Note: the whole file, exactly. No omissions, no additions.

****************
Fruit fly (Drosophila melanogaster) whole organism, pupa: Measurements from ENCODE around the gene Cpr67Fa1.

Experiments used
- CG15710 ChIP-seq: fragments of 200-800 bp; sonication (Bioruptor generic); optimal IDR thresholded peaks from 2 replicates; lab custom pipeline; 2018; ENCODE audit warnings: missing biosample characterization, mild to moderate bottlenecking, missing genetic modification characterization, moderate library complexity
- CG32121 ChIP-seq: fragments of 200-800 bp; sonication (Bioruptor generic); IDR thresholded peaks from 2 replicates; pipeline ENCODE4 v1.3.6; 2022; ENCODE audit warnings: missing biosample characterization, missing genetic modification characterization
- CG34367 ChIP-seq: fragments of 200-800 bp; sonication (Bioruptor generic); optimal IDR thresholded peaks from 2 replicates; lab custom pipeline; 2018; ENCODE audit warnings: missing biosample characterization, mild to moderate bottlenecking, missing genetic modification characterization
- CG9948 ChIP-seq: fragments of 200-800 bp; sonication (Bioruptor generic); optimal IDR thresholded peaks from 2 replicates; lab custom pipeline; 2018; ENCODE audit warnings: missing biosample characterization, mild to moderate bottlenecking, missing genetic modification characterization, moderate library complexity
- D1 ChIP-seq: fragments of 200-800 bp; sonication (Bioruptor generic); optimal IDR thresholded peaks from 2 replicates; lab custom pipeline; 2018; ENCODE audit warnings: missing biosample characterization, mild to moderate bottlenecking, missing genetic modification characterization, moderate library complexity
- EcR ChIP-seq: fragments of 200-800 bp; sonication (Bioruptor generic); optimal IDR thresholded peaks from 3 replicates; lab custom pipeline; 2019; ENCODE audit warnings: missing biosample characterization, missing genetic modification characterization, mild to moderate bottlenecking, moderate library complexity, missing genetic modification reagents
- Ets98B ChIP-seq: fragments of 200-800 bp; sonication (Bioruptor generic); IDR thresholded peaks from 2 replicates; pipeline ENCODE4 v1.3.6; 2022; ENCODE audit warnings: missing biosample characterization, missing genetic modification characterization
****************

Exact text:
Fruit fly (Drosophila melanogaster) whole organism, pupa: Measurements from ENCODE around the gene Cpr67Fa1.

Experiments used
- CG15710 ChIP-seq: fragments of 200-800 bp; sonication (Bioruptor generic); optimal IDR thresholded peaks from 2 replicates; lab custom pipeline; 2018; ENCODE audit warnings: missing biosample characterization, mild to moderate bottlenecking, missing genetic modification characterization, moderate library complexity
- CG32121 ChIP-seq: fragments of 200-800 bp; sonication (Bioruptor generic); IDR thresholded peaks from 2 replicates; pipeline ENCODE4 v1.3.6; 2022; ENCODE audit warnings: missing biosample characterization, missing genetic modification characterization
- CG34367 ChIP-seq: fragments of 200-800 bp; sonication (Bioruptor generic); optimal IDR thresholded peaks from 2 replicates; lab custom pipeline; 2018; ENCODE audit warnings: missing biosample characterization, mild to moderate bottlenecking, missing genetic modification characterization
- CG9948 ChIP-seq: fragments of 200-800 bp; sonication (Bioruptor generic); optimal IDR thresholded peaks from 2 replicates; lab custom pipeline; 2018; ENCODE audit warnings: missing biosample characterization, mild to moderate bottlenecking, missing genetic modification characterization, moderate library complexity
- D1 ChIP-seq: fragments of 200-800 bp; sonication (Bioruptor generic); optimal IDR thresholded peaks from 2 replicates; lab custom pipeline; 2018; ENCODE audit warnings: missing biosample characterization, mild to moderate bottlenecking, missing genetic modification characterization, moderate library complexity
- EcR ChIP-seq: fragments of 200-800 bp; sonication (Bioruptor generic); optimal IDR thresholded peaks from 3 replicates; lab custom pipeline; 2019; ENCODE audit warnings: missing biosample characterization, missing genetic modification characterization, mild to moderate bottlenecking, moderate library complexity, missing genetic modification reagents
- Ets98B ChIP-seq: fragments of 200-800 bp; sonication (Bioruptor generic); IDR thresholded peaks from 2 replicates; pipeline ENCODE4 v1.3.6; 2022; ENCODE audit warnings: missing biosample characterization, missing genetic modification characterization